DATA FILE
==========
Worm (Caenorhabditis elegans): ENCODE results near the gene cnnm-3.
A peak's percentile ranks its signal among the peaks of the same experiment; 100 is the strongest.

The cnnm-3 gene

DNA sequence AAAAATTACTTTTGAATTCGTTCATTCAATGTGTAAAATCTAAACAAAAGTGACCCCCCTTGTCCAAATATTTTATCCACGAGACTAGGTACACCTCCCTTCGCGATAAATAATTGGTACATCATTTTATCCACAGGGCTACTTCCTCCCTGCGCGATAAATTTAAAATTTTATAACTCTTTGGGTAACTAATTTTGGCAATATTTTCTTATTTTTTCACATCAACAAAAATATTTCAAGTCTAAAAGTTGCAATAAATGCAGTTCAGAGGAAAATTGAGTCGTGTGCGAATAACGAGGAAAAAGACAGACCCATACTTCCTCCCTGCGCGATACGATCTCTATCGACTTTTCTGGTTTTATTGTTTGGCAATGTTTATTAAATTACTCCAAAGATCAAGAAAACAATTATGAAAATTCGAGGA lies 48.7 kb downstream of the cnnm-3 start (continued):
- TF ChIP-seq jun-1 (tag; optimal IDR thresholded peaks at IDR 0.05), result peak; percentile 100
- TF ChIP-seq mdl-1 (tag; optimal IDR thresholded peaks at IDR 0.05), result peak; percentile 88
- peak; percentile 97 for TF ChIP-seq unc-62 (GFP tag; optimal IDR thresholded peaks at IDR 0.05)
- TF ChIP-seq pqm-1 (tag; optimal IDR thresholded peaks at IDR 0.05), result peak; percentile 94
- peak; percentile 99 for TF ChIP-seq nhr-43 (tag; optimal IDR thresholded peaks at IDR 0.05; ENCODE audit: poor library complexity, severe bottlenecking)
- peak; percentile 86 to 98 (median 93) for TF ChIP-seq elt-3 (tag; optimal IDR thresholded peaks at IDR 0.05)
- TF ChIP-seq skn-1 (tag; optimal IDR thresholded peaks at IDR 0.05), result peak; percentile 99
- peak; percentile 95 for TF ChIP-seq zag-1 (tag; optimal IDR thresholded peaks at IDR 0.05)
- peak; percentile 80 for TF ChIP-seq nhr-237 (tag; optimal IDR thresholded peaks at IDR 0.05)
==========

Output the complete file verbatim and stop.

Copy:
Worm (Caenorhabditis elegans): ENCODE results near the gene cnnm-3.
A peak's percentile ranks its signal among the peaks of the same experiment; 100 is the strongest.

The cnnm-3 gene

DNA sequence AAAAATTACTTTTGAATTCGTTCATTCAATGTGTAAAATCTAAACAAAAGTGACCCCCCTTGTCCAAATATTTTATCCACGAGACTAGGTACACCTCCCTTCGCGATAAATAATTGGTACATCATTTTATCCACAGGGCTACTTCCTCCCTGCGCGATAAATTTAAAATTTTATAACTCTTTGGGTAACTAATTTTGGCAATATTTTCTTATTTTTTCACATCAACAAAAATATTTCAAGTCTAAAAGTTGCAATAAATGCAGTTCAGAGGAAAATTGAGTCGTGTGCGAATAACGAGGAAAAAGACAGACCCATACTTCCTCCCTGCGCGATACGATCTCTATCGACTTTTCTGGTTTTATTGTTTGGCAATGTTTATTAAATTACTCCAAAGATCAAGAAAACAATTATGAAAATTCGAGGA lies 48.7 kb downstream of the cnnm-3 start (continued):
- TF ChIP-seq jun-1 (tag; optimal IDR thresholded peaks at IDR 0.05), result peak; percentile 100
- TF ChIP-seq mdl-1 (tag; optimal IDR thresholded peaks at IDR 0.05), result peak; percentile 88
- peak; percentile 97 for TF ChIP-seq unc-62 (GFP tag; optimal IDR thresholded peaks at IDR 0.05)
- TF ChIP-seq pqm-1 (tag; optimal IDR thresholded peaks at IDR 0.05), result peak; percentile 94
- peak; percentile 99 for TF ChIP-seq nhr-43 (tag; optimal IDR thresholded peaks at IDR 0.05; ENCODE audit: poor library complexity, severe bottlenecking)
- peak; percentile 86 to 98 (median 93) for TF ChIP-seq elt-3 (tag; optimal IDR thresholded peaks at IDR 0.05)
- TF ChIP-seq skn-1 (tag; optimal IDR thresholded peaks at IDR 0.05), result peak; percentile 99
- peak; percentile 95 for TF ChIP-seq zag-1 (tag; optimal IDR thresholded peaks at IDR 0.05)
- peak; percentile 80 for TF ChIP-seq nhr-237 (tag; optimal IDR thresholded peaks at IDR 0.05)